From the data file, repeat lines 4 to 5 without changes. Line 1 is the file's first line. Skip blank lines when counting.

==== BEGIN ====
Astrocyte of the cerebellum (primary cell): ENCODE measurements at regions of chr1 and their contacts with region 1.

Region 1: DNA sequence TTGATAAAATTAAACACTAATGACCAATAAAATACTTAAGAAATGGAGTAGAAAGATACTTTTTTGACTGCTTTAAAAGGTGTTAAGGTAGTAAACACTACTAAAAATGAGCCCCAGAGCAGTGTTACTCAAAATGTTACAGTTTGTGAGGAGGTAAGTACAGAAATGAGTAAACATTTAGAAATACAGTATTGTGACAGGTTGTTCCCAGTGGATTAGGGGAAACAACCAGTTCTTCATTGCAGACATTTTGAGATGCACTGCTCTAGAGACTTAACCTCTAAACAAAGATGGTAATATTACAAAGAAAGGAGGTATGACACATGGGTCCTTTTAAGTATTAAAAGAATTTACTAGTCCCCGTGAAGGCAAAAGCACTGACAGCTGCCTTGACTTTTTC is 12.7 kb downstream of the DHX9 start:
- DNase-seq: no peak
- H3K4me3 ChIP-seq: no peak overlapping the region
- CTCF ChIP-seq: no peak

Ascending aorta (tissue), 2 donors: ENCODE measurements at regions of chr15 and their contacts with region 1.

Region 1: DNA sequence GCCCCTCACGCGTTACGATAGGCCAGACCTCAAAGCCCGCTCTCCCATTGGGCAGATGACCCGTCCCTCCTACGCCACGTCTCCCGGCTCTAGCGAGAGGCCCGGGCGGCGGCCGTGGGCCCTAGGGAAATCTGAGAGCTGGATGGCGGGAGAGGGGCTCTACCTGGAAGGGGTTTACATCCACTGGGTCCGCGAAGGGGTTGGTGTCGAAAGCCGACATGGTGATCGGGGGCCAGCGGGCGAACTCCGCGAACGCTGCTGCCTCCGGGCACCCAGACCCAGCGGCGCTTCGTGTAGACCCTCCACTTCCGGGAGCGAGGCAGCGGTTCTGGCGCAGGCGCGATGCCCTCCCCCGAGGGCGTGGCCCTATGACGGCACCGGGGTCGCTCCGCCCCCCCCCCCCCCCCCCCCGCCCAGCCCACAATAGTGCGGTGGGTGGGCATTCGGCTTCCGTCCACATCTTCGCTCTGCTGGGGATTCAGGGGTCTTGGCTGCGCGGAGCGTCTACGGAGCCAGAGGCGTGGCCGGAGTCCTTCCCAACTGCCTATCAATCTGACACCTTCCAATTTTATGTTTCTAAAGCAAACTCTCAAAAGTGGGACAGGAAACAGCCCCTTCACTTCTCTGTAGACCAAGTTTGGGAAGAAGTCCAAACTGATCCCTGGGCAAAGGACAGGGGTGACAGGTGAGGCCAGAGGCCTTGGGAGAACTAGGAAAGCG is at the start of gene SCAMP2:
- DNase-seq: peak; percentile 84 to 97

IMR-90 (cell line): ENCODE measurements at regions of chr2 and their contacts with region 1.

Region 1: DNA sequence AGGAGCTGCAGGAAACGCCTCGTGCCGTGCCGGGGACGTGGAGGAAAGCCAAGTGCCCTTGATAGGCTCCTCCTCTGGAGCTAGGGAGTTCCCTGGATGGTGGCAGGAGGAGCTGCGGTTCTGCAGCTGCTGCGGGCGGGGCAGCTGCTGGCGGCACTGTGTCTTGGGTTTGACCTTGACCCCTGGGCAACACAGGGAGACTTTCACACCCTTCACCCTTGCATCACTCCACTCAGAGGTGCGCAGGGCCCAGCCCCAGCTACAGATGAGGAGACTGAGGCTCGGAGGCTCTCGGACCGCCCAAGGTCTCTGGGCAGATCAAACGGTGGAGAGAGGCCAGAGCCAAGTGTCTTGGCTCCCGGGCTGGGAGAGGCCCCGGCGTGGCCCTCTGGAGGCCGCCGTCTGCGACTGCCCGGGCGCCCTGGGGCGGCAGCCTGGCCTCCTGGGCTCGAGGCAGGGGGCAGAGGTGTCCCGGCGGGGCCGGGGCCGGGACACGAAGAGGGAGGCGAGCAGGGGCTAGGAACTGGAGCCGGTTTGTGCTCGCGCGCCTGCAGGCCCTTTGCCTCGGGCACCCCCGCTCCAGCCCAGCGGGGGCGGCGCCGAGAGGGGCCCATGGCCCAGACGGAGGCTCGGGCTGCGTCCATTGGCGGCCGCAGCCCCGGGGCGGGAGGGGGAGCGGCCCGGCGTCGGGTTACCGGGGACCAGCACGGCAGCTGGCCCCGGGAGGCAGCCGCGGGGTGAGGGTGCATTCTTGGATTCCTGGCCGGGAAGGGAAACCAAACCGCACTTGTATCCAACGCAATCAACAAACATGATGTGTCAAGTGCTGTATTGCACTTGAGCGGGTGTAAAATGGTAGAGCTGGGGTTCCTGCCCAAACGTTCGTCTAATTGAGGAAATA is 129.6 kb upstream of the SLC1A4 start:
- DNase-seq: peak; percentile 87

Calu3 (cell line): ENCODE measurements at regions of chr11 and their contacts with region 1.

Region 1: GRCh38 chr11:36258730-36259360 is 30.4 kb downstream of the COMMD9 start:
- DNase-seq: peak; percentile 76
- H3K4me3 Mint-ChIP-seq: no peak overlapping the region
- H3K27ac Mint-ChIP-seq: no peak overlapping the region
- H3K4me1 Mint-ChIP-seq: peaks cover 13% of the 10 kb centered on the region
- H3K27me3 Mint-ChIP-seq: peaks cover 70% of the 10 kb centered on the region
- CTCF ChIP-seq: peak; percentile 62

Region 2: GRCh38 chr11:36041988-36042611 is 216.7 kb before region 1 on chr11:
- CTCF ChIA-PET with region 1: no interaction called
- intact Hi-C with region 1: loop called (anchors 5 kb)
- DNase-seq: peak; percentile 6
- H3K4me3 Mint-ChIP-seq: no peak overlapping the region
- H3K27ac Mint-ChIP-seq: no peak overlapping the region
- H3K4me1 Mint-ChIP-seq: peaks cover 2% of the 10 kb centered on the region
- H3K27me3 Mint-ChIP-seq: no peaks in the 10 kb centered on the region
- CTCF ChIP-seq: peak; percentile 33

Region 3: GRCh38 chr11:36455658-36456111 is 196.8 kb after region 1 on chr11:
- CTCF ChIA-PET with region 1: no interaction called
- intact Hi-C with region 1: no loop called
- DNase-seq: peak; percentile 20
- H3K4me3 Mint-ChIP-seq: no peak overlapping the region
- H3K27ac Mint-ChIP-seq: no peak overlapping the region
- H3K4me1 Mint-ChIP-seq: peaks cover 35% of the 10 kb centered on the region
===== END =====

- H3K4me3 ChIP-seq: no peak overlapping the region
- CTCF ChIP-seq: no peak